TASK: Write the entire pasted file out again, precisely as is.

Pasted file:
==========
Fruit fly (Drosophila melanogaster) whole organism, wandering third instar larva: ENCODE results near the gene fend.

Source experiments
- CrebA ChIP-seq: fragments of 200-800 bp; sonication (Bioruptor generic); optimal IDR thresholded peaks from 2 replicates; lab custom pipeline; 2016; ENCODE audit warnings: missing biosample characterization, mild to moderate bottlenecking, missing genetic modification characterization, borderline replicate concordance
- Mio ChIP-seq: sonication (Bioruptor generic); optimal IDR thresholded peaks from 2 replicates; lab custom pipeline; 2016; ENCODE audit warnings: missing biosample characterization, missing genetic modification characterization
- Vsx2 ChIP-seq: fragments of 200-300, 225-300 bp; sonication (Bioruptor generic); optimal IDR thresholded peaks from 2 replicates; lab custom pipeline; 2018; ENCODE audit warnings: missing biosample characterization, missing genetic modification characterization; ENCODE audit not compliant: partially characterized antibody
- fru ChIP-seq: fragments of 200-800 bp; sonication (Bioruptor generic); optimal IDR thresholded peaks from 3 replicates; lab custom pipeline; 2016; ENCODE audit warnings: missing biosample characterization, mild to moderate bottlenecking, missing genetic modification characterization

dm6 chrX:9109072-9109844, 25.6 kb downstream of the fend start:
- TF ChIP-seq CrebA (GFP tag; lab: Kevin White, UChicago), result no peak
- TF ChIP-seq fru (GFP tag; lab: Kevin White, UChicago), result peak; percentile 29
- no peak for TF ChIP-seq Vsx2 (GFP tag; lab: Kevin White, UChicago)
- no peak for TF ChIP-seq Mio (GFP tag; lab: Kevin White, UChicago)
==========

Fruit fly (Drosophila melanogaster) whole organism, wandering third instar larva: ENCODE results near the gene fend.

Source experiments
- CrebA ChIP-seq: fragments of 200-800 bp; sonication (Bioruptor generic); optimal IDR thresholded peaks from 2 replicates; lab custom pipeline; 2016; ENCODE audit warnings: missing biosample characterization, mild to moderate bottlenecking, missing genetic modification characterization, borderline replicate concordance
- Mio ChIP-seq: sonication (Bioruptor generic); optimal IDR thresholded peaks from 2 replicates; lab custom pipeline; 2016; ENCODE audit warnings: missing biosample characterization, missing genetic modification characterization
- Vsx2 ChIP-seq: fragments of 200-300, 225-300 bp; sonication (Bioruptor generic); optimal IDR thresholded peaks from 2 replicates; lab custom pipeline; 2018; ENCODE audit warnings: missing biosample characterization, missing genetic modification characterization; ENCODE audit not compliant: partially characterized antibody
- fru ChIP-seq: fragments of 200-800 bp; sonication (Bioruptor generic); optimal IDR thresholded peaks from 3 replicates; lab custom pipeline; 2016; ENCODE audit warnings: missing biosample characterization, mild to moderate bottlenecking, missing genetic modification characterization

dm6 chrX:9109072-9109844, 25.6 kb downstream of the fend start:
- TF ChIP-seq CrebA (GFP tag; lab: Kevin White, UChicago), result no peak
- TF ChIP-seq fru (GFP tag; lab: Kevin White, UChicago), result peak; percentile 29
- no peak for TF ChIP-seq Vsx2 (GFP tag; lab: Kevin White, UChicago)
- no peak for TF ChIP-seq Mio (GFP tag; lab: Kevin White, UChicago)